After gnawing mostly on rau muong, a Tupperware box of special brownies prepared by English teacher Dan was passed under my nose. As I left the house to check out the cultural show next door, I witnessed the long-haired French entomologist known as “Bug Man” writhing his back, cackling and scooping brownie crumbs into his mouth.

Complete With Candlelight

Ten minutes of watching girls clad in neon polyester sway to Thai tunes was more than enough, so I headed back to the main hut, where the atmosphere was like a university coffee house, complete with candlelight. The Russians had brought guitars and a small Peavey amp, and one hipster crooned Russian folk songs à la Tom Waits to the dazed audience late into the night.

Going Home

By early morning the Russians were already up and gone, but the others hung around for a while to nurse their hangovers with instant coffee. Someone half-heartedly organised an expedition to a swimming hole, and Greenhalgh and other die-hards went to sacrifice a miniature papier-mâché Honda Dream (used by Vietnamese as a temple offering) to the Minsk God.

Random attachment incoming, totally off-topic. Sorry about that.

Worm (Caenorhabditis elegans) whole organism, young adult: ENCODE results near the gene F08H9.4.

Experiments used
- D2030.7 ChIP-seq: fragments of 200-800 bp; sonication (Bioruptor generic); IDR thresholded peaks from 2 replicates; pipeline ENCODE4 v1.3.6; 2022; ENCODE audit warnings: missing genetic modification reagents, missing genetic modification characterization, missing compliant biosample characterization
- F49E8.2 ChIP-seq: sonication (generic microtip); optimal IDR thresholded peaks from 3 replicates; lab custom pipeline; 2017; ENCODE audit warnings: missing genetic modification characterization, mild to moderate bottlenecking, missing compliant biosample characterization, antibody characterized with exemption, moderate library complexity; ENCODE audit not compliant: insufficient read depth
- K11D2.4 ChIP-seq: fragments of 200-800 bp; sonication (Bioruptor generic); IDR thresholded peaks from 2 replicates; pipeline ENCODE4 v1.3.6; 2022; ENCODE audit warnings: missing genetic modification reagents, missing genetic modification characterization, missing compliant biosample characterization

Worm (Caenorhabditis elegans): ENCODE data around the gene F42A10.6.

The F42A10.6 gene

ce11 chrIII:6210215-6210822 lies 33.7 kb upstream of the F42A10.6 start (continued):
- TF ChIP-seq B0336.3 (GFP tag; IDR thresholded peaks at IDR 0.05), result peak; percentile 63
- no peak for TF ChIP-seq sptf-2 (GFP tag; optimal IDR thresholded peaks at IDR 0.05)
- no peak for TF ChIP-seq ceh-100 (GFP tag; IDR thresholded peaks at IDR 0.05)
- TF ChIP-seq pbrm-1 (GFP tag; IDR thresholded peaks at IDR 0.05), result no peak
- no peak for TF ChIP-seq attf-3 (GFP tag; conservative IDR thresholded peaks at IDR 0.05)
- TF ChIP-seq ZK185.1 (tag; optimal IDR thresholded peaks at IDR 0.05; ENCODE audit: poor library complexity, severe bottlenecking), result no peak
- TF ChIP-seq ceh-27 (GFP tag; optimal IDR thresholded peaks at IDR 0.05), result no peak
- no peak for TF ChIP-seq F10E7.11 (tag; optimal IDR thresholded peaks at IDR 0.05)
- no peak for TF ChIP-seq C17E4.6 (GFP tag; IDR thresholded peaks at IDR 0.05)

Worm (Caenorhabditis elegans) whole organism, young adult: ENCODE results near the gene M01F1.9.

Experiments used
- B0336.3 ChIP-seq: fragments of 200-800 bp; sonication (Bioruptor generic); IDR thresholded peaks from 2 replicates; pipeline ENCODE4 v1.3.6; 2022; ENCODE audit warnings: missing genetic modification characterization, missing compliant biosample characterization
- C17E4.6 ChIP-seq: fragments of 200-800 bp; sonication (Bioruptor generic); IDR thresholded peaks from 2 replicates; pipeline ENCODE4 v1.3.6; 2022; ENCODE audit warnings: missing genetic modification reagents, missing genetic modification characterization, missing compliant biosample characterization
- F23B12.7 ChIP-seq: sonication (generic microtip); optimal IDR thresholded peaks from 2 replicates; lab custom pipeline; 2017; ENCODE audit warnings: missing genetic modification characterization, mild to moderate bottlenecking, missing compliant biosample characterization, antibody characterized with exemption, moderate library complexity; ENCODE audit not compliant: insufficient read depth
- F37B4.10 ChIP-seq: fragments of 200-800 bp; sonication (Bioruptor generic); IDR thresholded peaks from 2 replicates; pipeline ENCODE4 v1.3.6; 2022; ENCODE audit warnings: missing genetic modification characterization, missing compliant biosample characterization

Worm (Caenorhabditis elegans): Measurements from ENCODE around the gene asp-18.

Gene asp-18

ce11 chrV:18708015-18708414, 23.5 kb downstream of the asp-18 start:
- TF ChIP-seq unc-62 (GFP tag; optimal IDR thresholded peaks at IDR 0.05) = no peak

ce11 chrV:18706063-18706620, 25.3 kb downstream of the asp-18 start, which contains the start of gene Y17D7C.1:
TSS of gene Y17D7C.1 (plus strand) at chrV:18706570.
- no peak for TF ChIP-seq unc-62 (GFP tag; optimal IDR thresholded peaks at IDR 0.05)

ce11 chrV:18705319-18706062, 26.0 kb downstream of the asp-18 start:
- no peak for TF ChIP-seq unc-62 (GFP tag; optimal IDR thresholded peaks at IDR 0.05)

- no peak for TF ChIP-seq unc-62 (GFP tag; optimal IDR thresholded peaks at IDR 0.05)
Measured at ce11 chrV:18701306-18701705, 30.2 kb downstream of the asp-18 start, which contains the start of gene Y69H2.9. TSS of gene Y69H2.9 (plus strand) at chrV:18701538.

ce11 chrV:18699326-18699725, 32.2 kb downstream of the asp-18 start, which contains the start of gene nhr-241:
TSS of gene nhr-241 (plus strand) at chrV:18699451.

The highlight of the trip came when I witnessed several Minsk riders struggle with their ornery bikes in the late afternoon. Piled high with dusty backpacks, the bikes refused to go until they had been kicked into submission.
I, on the other hand, was simply able to straddle my bike and delicately push the electric start with one finger. Call me a wimp if you want, but you get what you pay for.